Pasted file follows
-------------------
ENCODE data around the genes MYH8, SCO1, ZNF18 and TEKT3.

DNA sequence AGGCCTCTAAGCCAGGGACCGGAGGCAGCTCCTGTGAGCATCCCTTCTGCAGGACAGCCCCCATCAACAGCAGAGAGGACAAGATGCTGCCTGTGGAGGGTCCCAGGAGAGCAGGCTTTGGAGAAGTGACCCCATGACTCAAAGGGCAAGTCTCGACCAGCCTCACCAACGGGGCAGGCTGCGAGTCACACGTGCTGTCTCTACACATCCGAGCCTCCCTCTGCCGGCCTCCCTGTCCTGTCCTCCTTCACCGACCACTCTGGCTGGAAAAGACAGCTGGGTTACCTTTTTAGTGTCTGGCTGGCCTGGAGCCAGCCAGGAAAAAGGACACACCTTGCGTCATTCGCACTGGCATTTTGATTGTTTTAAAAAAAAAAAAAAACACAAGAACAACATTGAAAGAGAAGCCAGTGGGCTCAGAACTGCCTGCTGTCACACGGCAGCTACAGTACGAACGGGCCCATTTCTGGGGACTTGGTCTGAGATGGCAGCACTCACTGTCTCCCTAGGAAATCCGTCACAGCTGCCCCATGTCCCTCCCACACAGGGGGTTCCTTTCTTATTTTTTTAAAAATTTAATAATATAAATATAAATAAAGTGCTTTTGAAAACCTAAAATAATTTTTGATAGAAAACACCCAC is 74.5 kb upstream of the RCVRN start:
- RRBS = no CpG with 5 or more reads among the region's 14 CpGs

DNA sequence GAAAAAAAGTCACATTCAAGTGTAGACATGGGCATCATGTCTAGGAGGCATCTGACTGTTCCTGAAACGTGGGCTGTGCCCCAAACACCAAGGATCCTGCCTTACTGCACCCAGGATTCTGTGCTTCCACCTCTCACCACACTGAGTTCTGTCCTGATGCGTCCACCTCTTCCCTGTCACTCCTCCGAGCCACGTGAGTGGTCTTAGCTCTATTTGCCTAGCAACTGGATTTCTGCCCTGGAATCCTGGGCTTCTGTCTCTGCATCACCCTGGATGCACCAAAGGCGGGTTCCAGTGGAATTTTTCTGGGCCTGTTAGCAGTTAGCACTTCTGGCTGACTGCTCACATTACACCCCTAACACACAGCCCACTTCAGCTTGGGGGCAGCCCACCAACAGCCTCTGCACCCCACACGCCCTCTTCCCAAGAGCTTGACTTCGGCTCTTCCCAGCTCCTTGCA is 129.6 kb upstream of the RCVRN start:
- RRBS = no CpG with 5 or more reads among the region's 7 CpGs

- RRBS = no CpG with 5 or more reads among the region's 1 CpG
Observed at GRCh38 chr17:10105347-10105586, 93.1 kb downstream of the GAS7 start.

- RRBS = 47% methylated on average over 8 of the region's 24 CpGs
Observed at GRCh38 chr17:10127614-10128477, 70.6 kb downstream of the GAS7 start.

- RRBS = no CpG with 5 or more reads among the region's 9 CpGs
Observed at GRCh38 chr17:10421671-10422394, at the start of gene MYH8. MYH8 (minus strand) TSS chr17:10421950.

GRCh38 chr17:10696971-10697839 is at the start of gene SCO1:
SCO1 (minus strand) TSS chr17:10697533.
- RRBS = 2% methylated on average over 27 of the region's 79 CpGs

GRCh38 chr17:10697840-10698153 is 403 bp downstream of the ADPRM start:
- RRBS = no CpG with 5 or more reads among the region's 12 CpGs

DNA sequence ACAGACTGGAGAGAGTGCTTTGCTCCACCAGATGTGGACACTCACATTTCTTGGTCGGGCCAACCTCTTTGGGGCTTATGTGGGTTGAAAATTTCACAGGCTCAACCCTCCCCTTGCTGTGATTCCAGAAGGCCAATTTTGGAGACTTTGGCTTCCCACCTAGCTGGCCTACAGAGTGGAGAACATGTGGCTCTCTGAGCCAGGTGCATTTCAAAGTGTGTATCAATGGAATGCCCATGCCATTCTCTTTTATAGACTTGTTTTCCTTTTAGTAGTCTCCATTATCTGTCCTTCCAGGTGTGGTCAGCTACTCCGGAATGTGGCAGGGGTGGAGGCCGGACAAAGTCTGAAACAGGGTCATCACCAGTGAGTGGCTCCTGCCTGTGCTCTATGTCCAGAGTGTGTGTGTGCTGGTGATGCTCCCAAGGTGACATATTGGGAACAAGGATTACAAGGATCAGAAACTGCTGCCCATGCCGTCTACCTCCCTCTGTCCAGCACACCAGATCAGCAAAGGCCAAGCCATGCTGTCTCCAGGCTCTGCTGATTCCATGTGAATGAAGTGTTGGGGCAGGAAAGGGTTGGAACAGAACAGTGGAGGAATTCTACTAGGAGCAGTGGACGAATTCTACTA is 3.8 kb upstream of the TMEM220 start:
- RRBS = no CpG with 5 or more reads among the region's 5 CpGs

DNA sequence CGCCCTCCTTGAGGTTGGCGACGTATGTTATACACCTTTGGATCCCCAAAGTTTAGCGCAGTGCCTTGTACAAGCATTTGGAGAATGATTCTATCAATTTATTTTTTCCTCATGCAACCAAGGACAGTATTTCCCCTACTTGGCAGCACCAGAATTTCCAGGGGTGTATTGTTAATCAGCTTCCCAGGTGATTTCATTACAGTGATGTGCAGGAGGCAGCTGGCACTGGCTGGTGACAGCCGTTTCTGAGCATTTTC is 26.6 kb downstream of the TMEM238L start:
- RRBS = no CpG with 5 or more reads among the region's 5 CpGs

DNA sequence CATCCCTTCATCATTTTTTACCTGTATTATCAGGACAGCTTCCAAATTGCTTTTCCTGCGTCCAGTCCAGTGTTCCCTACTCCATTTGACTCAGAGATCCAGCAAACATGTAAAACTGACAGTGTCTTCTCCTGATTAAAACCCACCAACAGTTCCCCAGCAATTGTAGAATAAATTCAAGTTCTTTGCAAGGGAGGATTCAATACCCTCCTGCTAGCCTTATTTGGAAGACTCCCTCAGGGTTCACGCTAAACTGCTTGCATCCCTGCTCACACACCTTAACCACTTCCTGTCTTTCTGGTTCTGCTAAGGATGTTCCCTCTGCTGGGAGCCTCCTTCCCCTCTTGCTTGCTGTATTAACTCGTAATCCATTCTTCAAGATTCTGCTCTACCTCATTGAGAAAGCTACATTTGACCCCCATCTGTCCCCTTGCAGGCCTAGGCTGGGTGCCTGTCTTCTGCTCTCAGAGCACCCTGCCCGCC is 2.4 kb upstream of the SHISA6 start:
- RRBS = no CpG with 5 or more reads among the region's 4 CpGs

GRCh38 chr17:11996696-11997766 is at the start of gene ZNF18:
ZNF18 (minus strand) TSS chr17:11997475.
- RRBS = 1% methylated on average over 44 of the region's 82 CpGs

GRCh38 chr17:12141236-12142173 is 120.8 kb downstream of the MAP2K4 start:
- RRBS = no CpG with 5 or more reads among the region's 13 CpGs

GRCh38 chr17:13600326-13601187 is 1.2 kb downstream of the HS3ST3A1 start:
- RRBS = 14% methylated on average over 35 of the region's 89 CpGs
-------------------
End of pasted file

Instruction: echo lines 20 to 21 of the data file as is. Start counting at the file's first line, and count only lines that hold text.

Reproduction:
- RRBS = no CpG with 5 or more reads among the region's 5 CpGs

DNA sequence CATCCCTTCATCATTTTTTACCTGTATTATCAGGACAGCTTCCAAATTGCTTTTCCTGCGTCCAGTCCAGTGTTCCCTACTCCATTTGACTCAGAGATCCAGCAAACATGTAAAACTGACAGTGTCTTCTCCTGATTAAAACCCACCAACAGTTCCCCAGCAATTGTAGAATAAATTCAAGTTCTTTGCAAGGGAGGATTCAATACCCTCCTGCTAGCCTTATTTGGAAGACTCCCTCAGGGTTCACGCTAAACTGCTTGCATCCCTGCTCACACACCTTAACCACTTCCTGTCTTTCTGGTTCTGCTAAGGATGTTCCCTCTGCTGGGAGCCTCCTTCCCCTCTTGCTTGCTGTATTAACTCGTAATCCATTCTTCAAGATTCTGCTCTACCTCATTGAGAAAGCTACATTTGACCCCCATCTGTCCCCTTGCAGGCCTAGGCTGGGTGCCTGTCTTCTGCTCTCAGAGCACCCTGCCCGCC is 2.4 kb upstream of the SHISA6 start: